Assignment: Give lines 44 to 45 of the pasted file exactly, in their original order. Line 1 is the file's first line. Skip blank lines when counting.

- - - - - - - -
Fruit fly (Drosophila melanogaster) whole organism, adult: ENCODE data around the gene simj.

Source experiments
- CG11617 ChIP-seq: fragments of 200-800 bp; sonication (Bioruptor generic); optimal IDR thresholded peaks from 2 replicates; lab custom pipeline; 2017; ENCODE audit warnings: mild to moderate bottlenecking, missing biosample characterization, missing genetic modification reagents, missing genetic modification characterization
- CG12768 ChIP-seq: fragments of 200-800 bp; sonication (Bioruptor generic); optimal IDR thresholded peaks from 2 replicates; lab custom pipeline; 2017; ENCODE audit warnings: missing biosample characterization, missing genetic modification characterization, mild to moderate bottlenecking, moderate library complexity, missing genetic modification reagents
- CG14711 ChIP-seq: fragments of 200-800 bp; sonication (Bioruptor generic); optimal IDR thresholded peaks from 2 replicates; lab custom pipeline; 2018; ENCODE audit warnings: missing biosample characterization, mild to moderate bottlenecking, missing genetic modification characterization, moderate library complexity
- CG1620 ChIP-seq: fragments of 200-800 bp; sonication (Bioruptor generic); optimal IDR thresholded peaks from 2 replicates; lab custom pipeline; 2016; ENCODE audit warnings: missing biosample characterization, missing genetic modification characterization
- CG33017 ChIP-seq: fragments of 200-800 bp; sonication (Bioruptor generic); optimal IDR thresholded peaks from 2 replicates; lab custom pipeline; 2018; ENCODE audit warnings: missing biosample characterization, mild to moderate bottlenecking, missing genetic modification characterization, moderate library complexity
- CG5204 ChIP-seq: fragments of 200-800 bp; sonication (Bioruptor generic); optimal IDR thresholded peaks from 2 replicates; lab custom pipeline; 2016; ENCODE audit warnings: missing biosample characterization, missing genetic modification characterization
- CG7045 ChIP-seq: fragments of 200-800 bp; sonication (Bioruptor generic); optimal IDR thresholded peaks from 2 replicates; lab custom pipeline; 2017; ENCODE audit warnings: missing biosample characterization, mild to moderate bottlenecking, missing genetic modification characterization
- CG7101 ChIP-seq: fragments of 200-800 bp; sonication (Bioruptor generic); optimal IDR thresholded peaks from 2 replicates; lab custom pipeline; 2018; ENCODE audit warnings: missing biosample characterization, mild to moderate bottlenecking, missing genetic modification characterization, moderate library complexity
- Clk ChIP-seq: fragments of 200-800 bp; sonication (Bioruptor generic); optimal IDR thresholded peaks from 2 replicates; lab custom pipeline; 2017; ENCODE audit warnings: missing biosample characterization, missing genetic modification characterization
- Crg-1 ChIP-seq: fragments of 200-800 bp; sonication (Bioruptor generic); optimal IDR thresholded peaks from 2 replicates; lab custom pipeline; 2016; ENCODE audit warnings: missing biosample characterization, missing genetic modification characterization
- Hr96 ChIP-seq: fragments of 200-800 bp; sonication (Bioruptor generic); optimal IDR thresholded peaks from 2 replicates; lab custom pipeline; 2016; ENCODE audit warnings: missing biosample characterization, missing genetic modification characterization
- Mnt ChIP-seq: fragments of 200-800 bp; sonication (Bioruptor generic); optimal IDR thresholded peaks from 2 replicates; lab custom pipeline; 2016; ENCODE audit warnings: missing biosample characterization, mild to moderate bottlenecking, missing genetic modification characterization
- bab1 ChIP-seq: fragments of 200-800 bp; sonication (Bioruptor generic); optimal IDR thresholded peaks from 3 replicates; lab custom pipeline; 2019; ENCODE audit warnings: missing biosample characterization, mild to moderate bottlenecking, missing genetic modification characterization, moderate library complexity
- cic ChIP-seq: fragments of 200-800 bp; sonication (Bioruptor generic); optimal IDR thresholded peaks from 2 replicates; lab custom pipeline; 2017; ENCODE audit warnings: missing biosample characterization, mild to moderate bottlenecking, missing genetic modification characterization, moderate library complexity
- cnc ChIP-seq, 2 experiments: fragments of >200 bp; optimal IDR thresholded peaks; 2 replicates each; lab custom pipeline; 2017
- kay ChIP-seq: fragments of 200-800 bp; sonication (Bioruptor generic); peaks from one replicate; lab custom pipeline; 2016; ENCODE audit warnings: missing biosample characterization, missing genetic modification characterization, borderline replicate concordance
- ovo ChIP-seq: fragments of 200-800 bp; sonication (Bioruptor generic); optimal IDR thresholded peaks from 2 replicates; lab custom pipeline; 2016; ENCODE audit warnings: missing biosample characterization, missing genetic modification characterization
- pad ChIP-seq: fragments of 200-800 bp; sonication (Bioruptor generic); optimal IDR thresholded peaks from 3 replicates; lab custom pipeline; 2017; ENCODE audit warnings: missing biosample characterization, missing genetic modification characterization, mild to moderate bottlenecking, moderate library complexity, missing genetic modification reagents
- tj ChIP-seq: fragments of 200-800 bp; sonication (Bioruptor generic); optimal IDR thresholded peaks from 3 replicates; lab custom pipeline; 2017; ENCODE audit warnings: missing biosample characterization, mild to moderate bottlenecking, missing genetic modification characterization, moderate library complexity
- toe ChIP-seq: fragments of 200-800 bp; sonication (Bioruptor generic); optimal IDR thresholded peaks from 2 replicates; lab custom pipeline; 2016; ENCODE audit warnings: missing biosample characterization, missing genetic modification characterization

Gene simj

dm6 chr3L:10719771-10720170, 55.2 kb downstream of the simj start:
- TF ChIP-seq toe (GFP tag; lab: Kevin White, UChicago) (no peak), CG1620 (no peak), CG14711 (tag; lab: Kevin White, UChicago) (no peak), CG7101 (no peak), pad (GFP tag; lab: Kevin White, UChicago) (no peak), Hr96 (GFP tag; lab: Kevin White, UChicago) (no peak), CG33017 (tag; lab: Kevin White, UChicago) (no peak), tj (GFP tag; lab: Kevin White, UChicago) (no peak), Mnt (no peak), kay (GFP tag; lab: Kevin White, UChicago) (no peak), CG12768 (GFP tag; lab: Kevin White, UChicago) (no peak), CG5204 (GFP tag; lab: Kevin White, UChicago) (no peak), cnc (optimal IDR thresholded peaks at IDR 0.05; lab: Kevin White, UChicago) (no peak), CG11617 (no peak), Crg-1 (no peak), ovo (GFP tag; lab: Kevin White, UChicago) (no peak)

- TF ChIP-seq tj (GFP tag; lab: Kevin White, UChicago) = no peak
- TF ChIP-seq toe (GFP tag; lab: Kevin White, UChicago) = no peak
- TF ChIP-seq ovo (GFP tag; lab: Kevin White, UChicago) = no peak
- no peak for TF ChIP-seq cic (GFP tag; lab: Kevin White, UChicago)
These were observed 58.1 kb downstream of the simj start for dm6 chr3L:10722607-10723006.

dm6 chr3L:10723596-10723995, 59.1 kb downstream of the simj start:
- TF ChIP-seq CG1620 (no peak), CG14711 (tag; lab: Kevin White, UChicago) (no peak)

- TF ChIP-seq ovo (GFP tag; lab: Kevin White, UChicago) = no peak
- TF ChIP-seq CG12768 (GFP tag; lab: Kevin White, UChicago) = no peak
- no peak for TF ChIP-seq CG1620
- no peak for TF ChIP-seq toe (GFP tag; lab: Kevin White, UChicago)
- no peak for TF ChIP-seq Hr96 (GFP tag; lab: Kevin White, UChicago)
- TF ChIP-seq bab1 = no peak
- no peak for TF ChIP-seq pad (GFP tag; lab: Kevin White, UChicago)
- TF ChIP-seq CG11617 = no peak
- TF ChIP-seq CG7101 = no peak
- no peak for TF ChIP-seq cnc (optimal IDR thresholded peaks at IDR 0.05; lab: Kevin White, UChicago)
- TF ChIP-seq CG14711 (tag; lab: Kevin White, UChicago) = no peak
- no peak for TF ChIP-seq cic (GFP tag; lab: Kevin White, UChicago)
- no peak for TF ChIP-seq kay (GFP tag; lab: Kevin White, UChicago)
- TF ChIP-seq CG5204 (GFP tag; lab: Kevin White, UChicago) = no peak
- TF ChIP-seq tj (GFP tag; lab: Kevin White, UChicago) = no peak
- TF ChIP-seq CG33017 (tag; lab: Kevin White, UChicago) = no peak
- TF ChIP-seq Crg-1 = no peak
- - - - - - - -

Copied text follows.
- no peak for TF ChIP-seq cic (GFP tag; lab: Kevin White, UChicago)
- no peak for TF ChIP-seq kay (GFP tag; lab: Kevin White, UChicago)